Defunctionalized bladders: Effects before and after refunctionalization in an animal model

Marcos G. Machado, James J. Yoo, Anthony Atala

Research output: Contribution to journalArticlepeer-review

9 Scopus citations


Purpose: Bladder behavior after refunctionalization is usually unpredictable. We comparatively analyze various aspects of bladder defunctionalization and subsequent refunctionalization using an animal model. Materials and Methods: A total of 18 rabbits were divided equally into 3 groups. Animals in group 1 underwent 2 successive surgical procedures, including bladder division and reattachment. Bladder division was performed by hemisecting the bladder from dome to trigone into a functioning and nonfunctioning chamber. Bladder reattachment was achieved by reanastomosing both hemibladders. Group 2 animals underwent sham operations, and group 3 animals were age matched normal controls. Serial urodynamic studies and fluoroscopic cystograms were performed in all animals. Gross, histochemical (hematoxylin and eosin, Masson's trichrome and Sirius red) and immunocytochemical (α-actin, collagen I and III) analyses, collagen content determination and organ bath studies were performed. Results: The defunctionalized hemibladders demonstrated lower wet weight, capacity and compliance compared to the functional contralateral and normal control bladders. Refunctionalization of the bladders resulted in a progressive recovery of capacity and compliance with time. The bladder contractile response and connective tissue-to-muscle ratio were abnormal in the defunctionalized segments but normalized after bladder refunctionalization. Conclusions: Defunctionalization results in remarkable alterations in bladder growth, capacity, compliance and distribution of connective tissue. However, these bladders demonstrate an innate capacity to recover from these alterations following refunctionalization.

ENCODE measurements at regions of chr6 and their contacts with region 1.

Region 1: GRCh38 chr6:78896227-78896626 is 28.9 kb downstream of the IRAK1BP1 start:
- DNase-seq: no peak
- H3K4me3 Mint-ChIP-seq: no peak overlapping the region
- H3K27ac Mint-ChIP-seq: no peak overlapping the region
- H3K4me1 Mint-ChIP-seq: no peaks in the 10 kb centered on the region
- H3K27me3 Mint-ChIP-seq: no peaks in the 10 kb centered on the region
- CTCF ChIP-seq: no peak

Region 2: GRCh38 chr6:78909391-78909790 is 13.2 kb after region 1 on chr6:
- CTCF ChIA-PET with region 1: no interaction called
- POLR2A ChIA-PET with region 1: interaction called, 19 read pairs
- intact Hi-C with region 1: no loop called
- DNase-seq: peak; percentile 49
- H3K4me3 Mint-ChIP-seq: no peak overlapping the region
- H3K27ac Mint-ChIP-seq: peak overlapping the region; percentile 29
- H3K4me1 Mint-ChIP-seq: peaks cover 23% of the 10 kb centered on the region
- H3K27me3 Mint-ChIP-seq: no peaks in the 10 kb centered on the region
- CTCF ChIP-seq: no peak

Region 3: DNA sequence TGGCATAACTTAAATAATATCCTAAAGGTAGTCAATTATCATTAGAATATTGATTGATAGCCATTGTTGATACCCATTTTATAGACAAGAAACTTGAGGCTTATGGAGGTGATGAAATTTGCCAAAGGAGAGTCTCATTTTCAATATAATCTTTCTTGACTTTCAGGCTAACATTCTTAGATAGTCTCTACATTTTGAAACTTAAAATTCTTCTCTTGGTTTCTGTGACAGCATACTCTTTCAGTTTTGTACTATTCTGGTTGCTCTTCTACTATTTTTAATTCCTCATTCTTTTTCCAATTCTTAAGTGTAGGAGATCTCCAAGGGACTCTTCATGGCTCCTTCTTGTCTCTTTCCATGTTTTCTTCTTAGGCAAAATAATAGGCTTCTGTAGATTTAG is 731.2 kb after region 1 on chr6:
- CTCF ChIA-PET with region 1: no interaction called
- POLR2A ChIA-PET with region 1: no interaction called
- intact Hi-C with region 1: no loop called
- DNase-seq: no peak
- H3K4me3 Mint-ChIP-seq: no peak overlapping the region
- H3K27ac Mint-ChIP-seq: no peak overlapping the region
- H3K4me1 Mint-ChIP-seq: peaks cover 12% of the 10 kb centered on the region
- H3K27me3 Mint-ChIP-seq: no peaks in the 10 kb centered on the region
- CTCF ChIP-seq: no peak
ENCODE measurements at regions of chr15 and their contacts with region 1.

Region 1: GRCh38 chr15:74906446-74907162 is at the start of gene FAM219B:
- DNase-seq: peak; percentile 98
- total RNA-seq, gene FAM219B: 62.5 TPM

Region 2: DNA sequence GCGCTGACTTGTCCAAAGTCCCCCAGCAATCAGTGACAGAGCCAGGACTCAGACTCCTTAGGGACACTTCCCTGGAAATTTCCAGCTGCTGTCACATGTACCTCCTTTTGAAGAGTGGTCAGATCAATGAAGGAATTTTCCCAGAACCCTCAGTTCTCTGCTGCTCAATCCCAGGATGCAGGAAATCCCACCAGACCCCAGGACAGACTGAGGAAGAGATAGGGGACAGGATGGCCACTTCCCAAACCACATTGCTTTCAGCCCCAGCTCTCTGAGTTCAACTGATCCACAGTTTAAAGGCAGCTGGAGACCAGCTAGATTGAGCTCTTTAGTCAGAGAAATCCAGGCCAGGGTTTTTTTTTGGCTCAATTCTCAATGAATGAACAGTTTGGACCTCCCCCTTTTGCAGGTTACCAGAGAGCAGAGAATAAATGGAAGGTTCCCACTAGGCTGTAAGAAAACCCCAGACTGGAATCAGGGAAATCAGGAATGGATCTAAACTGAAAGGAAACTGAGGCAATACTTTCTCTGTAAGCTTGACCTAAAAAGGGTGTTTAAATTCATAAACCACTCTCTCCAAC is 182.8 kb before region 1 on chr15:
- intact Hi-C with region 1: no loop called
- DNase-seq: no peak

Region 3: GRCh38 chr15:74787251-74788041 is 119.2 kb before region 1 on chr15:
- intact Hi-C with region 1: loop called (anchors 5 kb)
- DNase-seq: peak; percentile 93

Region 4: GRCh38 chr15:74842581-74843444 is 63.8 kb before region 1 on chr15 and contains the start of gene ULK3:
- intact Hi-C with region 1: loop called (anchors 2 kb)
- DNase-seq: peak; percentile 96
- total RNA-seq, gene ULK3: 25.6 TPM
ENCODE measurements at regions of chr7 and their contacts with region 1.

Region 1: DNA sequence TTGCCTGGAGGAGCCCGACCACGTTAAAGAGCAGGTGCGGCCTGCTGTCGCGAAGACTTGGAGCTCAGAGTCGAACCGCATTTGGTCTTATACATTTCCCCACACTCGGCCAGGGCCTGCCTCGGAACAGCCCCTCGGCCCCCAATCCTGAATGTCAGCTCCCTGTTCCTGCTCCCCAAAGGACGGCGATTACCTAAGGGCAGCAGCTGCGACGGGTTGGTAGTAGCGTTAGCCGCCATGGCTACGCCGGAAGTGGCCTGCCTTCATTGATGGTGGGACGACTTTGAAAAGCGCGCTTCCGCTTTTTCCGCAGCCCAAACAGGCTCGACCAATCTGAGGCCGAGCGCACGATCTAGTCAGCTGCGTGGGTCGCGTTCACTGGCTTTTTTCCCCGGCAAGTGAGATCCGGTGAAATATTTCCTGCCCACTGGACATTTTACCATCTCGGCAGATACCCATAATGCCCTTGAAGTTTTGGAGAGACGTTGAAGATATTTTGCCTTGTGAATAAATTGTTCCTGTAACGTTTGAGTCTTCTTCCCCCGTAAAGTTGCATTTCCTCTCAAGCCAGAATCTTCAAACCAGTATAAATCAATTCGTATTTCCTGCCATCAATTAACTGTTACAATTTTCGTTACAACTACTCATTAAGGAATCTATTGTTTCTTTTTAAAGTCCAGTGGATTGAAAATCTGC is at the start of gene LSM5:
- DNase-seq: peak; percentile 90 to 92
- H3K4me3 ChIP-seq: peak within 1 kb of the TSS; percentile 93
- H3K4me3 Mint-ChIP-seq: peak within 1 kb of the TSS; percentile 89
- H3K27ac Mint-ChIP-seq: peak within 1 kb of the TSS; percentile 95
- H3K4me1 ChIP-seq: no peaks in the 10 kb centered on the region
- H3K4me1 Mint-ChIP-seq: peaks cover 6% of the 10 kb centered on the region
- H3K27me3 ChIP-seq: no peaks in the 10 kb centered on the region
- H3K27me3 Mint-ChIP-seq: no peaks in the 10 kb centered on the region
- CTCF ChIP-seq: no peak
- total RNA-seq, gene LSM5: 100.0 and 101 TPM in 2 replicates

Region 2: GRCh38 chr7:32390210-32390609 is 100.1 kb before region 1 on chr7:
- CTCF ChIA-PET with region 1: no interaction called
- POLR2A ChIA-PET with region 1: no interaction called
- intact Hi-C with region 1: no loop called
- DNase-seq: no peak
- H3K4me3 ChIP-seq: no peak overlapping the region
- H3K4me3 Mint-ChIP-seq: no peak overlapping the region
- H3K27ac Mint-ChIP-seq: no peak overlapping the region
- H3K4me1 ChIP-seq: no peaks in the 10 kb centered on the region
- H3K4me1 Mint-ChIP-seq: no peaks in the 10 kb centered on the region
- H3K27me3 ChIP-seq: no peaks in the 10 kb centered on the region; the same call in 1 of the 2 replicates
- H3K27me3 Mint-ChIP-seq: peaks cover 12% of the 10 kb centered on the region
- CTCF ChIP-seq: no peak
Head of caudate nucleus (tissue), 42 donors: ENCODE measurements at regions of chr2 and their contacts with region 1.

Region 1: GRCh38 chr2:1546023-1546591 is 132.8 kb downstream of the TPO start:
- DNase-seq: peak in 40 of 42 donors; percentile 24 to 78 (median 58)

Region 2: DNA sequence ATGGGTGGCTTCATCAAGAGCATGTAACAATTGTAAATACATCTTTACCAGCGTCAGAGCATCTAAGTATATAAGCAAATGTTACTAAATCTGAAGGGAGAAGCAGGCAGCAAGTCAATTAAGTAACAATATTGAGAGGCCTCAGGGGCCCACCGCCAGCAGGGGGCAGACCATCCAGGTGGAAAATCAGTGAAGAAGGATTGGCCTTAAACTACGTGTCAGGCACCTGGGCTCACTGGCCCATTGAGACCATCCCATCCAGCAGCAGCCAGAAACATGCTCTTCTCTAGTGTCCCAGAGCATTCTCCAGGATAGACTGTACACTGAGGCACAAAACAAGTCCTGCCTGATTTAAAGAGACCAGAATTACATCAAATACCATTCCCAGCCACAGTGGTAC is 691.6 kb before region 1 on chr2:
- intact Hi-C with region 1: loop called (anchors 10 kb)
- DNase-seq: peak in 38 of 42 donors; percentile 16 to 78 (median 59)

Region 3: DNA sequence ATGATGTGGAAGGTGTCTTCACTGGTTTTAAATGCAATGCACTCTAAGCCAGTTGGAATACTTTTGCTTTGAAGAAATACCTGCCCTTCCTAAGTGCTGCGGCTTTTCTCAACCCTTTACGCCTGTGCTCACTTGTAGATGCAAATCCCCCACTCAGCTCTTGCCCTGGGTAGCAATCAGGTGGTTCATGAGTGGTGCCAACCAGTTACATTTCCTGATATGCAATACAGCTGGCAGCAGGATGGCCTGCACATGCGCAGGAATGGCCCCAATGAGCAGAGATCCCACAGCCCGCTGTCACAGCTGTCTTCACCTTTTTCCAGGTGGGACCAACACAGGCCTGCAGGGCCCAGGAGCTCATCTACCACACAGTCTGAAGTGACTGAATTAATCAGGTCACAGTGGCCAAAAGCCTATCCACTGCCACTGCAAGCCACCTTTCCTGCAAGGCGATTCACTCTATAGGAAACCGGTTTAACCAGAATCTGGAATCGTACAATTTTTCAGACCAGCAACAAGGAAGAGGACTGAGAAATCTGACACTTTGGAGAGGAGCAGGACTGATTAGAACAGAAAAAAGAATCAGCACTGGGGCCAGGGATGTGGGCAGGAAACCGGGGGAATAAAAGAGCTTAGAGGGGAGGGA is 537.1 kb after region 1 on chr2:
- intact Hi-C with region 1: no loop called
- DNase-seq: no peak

Original languageEnglish (US)
Pages (from-to)1002-1007
Number of pages6
JournalJournal of Urology
Issue number3 II
StatePublished - Sep 2000


  • Muscle
  • Smooth
  • Urinary diversion
  • Urodynamics

ASJC Scopus subject areas

  • Urology


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